From Snow Day To Beach Day: Wine For Every Season

From Snow Day To Beach Day: Wine For Every Season

Some people don’t care what the thermometer says—they are red wine drinkers. Whereas a Napa Cabernet or a Cote-Rotie would prove a waste of money on a 90-degree day (because they'd be less than pleasant), there are many reds that will stand up to the heat. Likewise, sipping a floral and delicate Torrontes fireside is the equivalent of sipping water with a steak. White wine needs some “guts,” or richness, to be winter-worthy.

Here's how to select your seasonal juice:

1. Red Can Work In The Summer, If You Do It Right

Low-tannin wines are lighter on the palate than big reds. They are also lighter in alcohol—which translates to delightful, uncomplicated, and refreshing sipping for the summer. Big tannins clash with grilled goodies, and would drown out the more delicate flavors of summer’s light pasta dishes or grain and vegetable salads. If you chill a big red, the tannin will become more pronounced. Instead, try a slightly chilled Gamay or Cabernet Franc, which pair better with the simplicity of summertime fare. Check out:

2009 Paul Durdilly Beaujolais ($11)
2009 M.Plouzeau Chinon Rive Gauche ($14)

2. Winter Was Made For Rich Red Wine

On a cold winter’s night, comfort is coating your palate with a full-bodied red wine. Think of body in wine like gradations of milk: Is it skim, whole, half 'n half, or heavy cream? A wine that is rich and higher in alcohol will warm you up—hence “hot” as the trade term for this type of wine. Pair rich foods like stews, roasts, rich risotto, or a hearty Bolognese with a rustic Syrah or opulent Cabernet Sauvignon and you’ll welcome another snowstorm. Serve one of these at about 65˚ and explore the layers of depth a big wine can offer.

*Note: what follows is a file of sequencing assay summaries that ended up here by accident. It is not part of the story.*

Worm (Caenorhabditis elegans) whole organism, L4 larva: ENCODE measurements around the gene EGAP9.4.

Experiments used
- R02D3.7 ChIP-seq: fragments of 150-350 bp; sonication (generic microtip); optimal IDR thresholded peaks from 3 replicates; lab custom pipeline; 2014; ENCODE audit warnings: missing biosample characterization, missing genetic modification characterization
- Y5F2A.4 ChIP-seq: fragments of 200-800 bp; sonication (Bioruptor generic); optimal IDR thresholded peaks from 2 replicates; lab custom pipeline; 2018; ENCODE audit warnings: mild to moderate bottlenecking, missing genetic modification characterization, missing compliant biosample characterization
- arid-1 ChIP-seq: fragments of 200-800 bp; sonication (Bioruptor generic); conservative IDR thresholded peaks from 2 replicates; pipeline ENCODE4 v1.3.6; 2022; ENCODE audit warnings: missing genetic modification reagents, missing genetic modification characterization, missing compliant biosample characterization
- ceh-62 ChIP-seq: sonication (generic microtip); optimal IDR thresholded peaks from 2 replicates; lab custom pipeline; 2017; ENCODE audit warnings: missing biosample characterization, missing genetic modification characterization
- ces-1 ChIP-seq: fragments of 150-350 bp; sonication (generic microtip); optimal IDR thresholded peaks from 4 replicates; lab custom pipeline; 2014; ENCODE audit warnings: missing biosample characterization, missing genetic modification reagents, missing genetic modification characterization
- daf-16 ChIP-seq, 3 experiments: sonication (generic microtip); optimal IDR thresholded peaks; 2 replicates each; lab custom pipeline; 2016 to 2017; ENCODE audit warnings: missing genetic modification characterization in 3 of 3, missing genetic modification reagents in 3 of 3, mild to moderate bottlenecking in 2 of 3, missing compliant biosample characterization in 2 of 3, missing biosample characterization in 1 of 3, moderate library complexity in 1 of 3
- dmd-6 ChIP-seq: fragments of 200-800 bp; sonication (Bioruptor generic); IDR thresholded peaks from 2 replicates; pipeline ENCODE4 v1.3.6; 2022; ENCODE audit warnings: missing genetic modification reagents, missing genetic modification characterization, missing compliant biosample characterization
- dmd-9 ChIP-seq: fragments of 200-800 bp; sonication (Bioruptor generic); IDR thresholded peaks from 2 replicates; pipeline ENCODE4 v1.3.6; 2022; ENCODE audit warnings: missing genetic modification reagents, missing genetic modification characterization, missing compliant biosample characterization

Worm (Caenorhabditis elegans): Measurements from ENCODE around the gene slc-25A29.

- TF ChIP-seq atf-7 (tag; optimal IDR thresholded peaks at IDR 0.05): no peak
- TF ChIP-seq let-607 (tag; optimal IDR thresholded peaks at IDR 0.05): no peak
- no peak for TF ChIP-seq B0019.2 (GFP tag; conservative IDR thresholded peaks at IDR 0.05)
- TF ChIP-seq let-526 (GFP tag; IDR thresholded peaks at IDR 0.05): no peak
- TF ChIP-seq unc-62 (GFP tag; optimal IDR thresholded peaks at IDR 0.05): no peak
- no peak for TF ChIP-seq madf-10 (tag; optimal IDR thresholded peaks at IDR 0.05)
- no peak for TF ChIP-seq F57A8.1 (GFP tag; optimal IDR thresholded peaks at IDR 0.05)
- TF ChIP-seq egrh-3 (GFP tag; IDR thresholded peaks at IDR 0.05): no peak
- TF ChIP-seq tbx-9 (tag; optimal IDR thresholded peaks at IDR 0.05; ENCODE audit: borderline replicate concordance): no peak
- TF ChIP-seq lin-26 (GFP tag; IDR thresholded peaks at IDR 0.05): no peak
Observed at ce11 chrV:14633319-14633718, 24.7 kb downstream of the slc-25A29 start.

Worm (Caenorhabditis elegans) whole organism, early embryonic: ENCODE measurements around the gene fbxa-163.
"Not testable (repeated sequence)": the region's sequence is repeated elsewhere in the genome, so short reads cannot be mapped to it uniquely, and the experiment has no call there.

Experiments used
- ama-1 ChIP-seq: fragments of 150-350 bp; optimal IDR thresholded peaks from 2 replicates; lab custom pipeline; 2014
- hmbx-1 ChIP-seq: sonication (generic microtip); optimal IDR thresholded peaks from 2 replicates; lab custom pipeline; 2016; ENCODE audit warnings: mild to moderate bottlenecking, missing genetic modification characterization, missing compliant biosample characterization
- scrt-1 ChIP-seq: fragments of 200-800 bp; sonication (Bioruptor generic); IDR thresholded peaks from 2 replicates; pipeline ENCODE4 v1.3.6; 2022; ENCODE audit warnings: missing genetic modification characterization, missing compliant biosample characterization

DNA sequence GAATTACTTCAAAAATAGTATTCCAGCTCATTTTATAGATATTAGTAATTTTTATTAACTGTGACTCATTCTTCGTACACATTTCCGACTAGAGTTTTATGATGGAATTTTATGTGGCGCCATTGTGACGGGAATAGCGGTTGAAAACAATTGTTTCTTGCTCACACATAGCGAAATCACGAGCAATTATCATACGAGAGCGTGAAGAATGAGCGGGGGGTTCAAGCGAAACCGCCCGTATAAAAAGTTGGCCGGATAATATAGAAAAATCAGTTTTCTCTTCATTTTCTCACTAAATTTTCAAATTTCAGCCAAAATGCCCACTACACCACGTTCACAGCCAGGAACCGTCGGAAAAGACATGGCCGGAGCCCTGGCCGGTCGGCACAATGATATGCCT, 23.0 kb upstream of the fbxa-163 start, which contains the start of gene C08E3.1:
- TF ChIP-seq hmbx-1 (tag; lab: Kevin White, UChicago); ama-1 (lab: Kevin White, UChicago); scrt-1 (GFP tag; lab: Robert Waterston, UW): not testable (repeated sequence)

2008 d’Arenberg The Stump Jump Shiraz, Australia ($11)
2007 Desierto 25/5 Cabernet Sauvignon, Argentina ($15)

3. Summer White Wines; Less Is More

Quench your thirst on a hot day with a chilled, lean white wine, or better still, some nice cold bubbles. You don’t have to spend a lot of money on sparkling wine. Save the champagne for a special occasion and pick up a Cava or Prosecco for $10, chill well, and sip away. High acid is the key to refreshing whites. Stock up on Gruner Veltliner, Albariño, and Aussie Riesling and pair with grilled trout and ratatouille…or quaff alone by the pool. I recommend:

2009 Etz “Gruner”, Austria ($12)
NV Segura Viudas Cava Reserva, Spain ($9)

4. Rich Whites For The Fireplace

Some white wines drink like red wine, due to a rich grape being adorned with oak. California Chardonnay is a classic example of a “meal in a bottle.” Other fat whites, worthy of wintertime consideration are Savennieres, Alsatian Pinot Gris, and Rhone varietals like Roussanne and Viognier. These luscious wines are big enough to stand up to the fatty comfort foods of winter—like mac 'n cheese’s classy cousin fettuccini alfredo. Look for:

2008 Willm Pinot Gris, Alsace ($13)
2007 Cline Cellars Viognier, California ($13)


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